Italian Mannerist Painter, 1503-1572
Italian painter and poet. He dominated Florentine painting from the 1530s to the 1560s. He was court artist to Cosimo I de' Medici, and his sophisticated style and extraordinary technical ability were ideally suited to the needs and ideals of his ducal patron. He was a leading decorator, and his religious subjects and mythological scenes epitomize the grace of the high maniera style. Related Paintings of BRONZINO, Agnolo :. | Portrait of a Lady in Green | Ugolino Martelli dfh | Eleonora of Toledo with her son Giovanni de Medici | Portrait of Giovanni de Medici | Adoration of the Shepherds sdf |
Related Artists:Willem Romeijn
circa 1645-1694Jean-Baptiste Lallemand
(1716-1803) was a French artist born in Dijon. He was mainly a painter and draftsman of landscapes and genre works. He sometimes signed himself Lallemant or Allemanus.After a stay in Italy, he went to Paris and became a member of the Academie de Saint-Luc. He died in Paris.
The Musee des Beaux-Arts de Dijon owns many of his works, including a drawing and a painting showing the Château de Montmusard. His works also feature in the collections of the Musee Carnavalet and the Cabinet des estampes of the Bibliotheque nationale, both in Paris.
Martin Johnson Heade
American Hudson River School Painter, 1819-1904 Martin Johnson Heade (August 11, 1819-September 4, 1904) was a prolific American painter known for his salt marsh landscapes, seascapes, portraits of tropical birds, and still lifes. His painting style and subject matter, while derived from the romanticism of the time, is regarded by art historians as a significant departure from that of his peers.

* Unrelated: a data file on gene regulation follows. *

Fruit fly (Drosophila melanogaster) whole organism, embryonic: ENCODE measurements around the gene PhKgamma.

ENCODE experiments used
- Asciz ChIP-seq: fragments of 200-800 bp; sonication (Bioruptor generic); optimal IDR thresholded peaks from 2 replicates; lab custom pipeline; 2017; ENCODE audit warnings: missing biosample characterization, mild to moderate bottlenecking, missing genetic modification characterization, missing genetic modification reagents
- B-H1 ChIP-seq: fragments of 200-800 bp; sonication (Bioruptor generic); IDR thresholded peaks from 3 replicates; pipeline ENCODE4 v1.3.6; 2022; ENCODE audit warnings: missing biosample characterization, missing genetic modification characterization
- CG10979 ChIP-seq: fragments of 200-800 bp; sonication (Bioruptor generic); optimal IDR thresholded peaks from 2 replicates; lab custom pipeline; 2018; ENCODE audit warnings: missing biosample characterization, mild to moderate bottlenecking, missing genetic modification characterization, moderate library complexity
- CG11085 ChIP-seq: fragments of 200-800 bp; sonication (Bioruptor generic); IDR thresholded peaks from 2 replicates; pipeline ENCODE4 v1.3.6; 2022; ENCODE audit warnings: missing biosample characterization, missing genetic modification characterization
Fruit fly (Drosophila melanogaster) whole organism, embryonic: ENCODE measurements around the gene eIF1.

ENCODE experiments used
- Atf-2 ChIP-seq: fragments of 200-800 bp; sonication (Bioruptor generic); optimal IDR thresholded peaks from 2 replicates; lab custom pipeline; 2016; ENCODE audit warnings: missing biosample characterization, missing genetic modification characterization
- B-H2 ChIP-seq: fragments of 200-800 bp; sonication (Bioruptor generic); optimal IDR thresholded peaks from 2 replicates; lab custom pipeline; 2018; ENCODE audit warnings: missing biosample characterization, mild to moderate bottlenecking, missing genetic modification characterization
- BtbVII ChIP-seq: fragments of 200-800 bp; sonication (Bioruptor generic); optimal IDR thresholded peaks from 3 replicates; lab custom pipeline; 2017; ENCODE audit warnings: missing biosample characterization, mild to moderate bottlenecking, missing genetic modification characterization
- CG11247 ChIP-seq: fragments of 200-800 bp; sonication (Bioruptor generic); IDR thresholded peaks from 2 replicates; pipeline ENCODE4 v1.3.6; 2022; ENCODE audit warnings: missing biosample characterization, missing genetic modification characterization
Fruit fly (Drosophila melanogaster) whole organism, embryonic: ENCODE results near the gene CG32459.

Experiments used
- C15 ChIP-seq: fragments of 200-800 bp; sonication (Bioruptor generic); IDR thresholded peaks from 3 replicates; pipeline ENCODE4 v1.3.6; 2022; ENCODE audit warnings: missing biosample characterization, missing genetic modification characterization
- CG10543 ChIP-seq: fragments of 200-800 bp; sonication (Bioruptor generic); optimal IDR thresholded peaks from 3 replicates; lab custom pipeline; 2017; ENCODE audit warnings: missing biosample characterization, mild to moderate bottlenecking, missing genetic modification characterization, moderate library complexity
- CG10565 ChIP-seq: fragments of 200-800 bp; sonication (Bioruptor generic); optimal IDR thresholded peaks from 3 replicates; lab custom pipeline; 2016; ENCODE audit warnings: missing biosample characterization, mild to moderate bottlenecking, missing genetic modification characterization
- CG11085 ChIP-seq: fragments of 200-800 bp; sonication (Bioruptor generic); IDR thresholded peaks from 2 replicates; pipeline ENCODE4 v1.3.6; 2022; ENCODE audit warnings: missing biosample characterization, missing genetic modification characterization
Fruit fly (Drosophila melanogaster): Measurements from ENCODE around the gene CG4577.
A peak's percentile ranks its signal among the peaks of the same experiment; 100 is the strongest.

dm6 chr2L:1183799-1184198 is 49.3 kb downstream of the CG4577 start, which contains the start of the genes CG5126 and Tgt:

Art historians have come to disagree with the common view that Heade is a Hudson River School painter, a view given wide currency by Heade's inclusion in a landmark exhibition of Hudson River School landscapes at the Metropolitan Museum of Art in 1987.
The leading Heade scholar and author of Heade's catalogue raisonn??, Theodore E. Stebbins, Jr., wrote some years after the 1987 Hudson River School exhibition that "...other scholars??myself included??have increasingly come to doubt that Heade is most usefully seen as standing within that school."
According to the Heade catalogue raisonn??, only around 40 percent of his paintings were landscapes. The remaining majority were still lifes, paintings of birds, and portraits, subjects unrelated to the Hudson River School. Of Heade's landscapes, perhaps only 25 percent were painted of traditional Hudson River School subject matter.
Heade had less interest in topographically accurate views than the Hudson River painters, and instead focused on mood and the effects of light. Stebbins writes, "If the paintings of the shore as well as the more conventional compositions...might lead one to think of Heade as a Hudson River School painter, the [marsh scenes] make it clear that he was not."